Mikey and I have been in Essaouira for 3 days now. We said our goodbyes to the Rif family and the mountains on Saturday dec 1st and Rachid drove us to the Tangier train station.
It would have only been 60 dirham each to take a bus to Tangier, but we weren’t organized enough and missed all of the buses heading that way. It was about a 2 hour ride to the station and cost us 500dh. We thought it would only be 400 since the 4 hours to Chouen was 800dh (just doing the math), but whatever, it’s hard to argue with a man when we don’t have any languages in common.
Also, common sense is not universal, Moroccans common sense is often times much different to what we are used to in the US, UK and Australia, so it is hard to tell when we are being screwed over or if we are just misunderstanding the culture.
Once in Tangier we took the 9pm overnight train to Marrakesh. It was a 12 hour ride, but we slept for most of it so it wasn’t too painful. We chose the cheaper seats, 2nd class, instead of the sleeper cart with beds. Since we had the whole cart to ourselves it worked out fine and we both sprawled out on the couches. Since this isn’t the season for tourists we haven’t had to book tickets ahead of time or worry about sharing our carts on the train, but I imagine that during the high season it would be a good idea to book tickets before hand and maybe choose the beds (320dh) over 2nd class seats (90dh).
We arrived in Marrakech around 9am with plans to head straight to Essaouira (we only have until dec 6th before we fly to Prague so we decided to see the beach rather than the hectic city life). We found that the Supratours buses ran right from the train station.
This is one of the two main bus companies in Morocco and the other one is CTM. We had planned to take the 11:15 CTM bus, because I had read that Supratours is more expensive, but it was easier to buy a bus ticket right away rather than search the city for the other company. Our tickets were 65dh each and it cost us 5 dh for each bag stored under the bus. The bus didn’t leave until 10:45 so we took a taxi to the centre (a few drivers offered us rides for 50dh, but we found one for 30. On the way back it was only 20dh, so it is possible to get a cheaper one if you shop around for a second).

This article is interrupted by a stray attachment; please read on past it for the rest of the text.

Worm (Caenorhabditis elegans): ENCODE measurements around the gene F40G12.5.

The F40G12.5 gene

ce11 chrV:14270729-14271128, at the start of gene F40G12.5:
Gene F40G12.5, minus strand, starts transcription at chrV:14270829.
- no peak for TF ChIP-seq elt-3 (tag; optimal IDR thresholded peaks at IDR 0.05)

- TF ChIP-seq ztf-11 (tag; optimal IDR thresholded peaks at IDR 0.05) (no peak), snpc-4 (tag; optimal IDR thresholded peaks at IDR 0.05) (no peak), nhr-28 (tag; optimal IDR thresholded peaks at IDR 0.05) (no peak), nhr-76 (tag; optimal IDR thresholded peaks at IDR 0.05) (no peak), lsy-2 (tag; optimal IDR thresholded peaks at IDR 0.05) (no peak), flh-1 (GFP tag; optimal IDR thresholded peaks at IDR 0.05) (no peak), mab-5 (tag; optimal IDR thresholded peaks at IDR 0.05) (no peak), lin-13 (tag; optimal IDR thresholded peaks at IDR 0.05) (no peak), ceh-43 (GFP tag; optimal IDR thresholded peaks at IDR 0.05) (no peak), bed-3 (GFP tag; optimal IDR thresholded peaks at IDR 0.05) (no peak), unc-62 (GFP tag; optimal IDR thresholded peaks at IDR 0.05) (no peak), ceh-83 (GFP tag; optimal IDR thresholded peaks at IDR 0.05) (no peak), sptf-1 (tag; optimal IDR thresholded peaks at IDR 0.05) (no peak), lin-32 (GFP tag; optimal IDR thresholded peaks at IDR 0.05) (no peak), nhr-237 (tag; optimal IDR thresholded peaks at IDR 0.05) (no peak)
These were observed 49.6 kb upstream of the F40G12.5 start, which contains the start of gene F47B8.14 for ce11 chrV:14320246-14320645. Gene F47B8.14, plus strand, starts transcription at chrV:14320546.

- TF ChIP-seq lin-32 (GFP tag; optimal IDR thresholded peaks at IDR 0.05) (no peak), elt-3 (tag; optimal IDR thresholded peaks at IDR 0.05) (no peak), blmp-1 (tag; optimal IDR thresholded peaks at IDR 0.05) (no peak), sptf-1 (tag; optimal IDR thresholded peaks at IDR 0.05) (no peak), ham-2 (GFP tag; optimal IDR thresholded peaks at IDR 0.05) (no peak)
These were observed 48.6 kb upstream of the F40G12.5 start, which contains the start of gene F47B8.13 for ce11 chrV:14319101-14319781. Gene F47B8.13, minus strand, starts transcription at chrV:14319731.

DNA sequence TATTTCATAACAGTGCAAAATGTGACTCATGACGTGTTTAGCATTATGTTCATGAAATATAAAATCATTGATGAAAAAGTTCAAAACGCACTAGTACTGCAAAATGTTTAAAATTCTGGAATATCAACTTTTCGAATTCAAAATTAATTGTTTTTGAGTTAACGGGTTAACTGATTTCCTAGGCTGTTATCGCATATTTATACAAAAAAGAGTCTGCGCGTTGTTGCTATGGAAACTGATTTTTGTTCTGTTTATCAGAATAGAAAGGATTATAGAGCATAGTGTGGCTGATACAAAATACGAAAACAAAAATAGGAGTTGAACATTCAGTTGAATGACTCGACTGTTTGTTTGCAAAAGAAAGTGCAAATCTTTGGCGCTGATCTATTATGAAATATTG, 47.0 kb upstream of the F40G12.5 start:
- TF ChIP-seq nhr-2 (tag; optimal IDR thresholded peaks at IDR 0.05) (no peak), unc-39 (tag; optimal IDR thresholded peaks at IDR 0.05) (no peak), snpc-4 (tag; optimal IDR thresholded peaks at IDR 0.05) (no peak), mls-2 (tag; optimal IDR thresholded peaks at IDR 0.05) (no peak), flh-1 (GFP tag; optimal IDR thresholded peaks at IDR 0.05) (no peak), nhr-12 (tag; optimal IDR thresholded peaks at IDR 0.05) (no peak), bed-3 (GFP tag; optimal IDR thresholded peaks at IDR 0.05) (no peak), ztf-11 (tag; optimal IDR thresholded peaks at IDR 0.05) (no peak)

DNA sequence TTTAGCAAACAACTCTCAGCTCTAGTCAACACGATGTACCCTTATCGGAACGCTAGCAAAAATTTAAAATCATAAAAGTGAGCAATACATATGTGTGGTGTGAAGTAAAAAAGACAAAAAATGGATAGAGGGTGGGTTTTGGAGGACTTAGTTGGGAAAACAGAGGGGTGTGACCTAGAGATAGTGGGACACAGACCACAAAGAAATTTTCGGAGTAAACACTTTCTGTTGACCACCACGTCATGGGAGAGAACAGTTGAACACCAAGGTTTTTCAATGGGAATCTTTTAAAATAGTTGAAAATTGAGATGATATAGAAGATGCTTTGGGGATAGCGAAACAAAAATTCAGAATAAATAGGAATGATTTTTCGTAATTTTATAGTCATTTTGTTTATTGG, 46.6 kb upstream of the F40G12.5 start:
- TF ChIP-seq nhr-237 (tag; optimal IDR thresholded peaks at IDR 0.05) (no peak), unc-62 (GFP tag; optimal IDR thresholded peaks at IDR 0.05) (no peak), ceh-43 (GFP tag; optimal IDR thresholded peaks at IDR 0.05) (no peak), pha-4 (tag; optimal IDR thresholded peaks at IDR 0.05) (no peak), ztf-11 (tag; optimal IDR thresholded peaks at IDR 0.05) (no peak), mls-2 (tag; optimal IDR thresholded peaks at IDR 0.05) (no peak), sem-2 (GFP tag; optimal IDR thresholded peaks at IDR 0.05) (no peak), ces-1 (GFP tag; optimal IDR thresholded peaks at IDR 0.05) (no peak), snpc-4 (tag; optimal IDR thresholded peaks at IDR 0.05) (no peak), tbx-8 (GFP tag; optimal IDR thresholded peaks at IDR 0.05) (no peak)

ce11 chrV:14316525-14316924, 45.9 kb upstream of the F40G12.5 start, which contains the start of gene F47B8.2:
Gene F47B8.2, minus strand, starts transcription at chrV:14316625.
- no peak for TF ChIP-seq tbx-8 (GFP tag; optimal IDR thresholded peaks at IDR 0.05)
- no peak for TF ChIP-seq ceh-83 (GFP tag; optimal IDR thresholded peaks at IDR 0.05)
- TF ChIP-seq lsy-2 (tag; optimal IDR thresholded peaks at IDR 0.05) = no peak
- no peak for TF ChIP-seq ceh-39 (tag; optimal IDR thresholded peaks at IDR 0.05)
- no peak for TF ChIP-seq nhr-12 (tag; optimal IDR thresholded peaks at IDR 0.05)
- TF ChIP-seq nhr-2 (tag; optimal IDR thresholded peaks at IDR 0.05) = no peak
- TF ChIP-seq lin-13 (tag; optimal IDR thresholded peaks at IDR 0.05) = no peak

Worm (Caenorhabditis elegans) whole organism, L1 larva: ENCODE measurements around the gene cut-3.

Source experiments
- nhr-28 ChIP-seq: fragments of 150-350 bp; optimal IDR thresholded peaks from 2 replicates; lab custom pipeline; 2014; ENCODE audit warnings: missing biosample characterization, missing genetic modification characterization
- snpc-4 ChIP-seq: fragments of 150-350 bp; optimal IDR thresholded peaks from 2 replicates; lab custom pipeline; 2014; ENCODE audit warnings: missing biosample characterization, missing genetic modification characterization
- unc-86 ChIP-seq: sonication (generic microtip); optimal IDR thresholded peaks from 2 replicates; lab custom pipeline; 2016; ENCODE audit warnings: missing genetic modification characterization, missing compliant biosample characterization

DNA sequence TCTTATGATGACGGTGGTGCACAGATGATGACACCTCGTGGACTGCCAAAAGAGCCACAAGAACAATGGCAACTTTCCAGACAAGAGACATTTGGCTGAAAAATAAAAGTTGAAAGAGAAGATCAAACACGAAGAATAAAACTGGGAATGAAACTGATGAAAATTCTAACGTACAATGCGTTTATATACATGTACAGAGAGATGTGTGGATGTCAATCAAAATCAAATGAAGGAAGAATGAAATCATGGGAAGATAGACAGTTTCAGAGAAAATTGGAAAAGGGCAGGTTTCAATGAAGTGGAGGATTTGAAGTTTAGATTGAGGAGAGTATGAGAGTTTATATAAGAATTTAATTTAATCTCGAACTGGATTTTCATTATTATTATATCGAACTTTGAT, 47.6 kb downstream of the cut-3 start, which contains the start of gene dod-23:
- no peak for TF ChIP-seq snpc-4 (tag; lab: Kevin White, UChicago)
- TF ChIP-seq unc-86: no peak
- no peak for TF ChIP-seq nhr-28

Ten minutes later we were in the famous Marrakech square. The shops and stalls were all setting up and the narrow roads were packed with donkeys, bicycles, and crazy scooters whizzing by – we were almost run over a few times. There aren’t any road rules in morocco we’ve come to learn, you just have to be quick. We had some famous, fresh squeezed, 3dh orange juice (better to have them pour it into your own water bottle since they reuse the cups and don’t always wash them well) and Mikey ordered some Moroccan pancakes, his favorite treat so far. We were sick of carrying our backpacks around the square and caught a ride back to the station (about a 10 min drive).
Almost 3 hours later we arrived in Essaouira and were attacked by vulture hotel workers trying to take us to their hotel. We could hardly get off the bus, there were so many guys crowding the doors. We had to say “no its okay we have a place, thanks” about a hundred times, often to the same guy we had just said “no” to 5 seconds before. They don’t give up and they don’t care how much they annoy you, they want to make commission by bringing in business so they don’t stop at anything. It was certainly an experience, but we were pretty used to this Moroccan mentality at this point so we humored them and were polite but eventually got away.
We decided to hop in a 20dh taxi to Riad Dar Afram, our hotel. The driver didn’t speak English but was nodding that he knew Dar Afram and would take us there. He drove us to an old abandoned building and dropped us off. Asshole. We didn’t know the area and believed him that we were at the right place, but after a minute realized he’d taken our money and peeled off so we walked to a phone and called the riadto get directions. It turns out it was about a 3 minute walk from the bus stop and since its inside the medina we couldn’t take a cab, but had to walk. We decided to walk the whole way instead of cab it back – its a small town.
Tim, a nice Aussie guy working at the riad, met us at a café and brought us back to the hotel. Dar Afram is owned by a Australian/Moroccan guy, Abdul. His place is a beautifully decorated 3-story house with a roof terrace that over looks the ocean and rest of the media. We were instantly comfortable in our gigantic room and after a short walk around the beach and a horrendous dinner at a tourist trap cafe, and finally took a nap that turned into an early night sleep.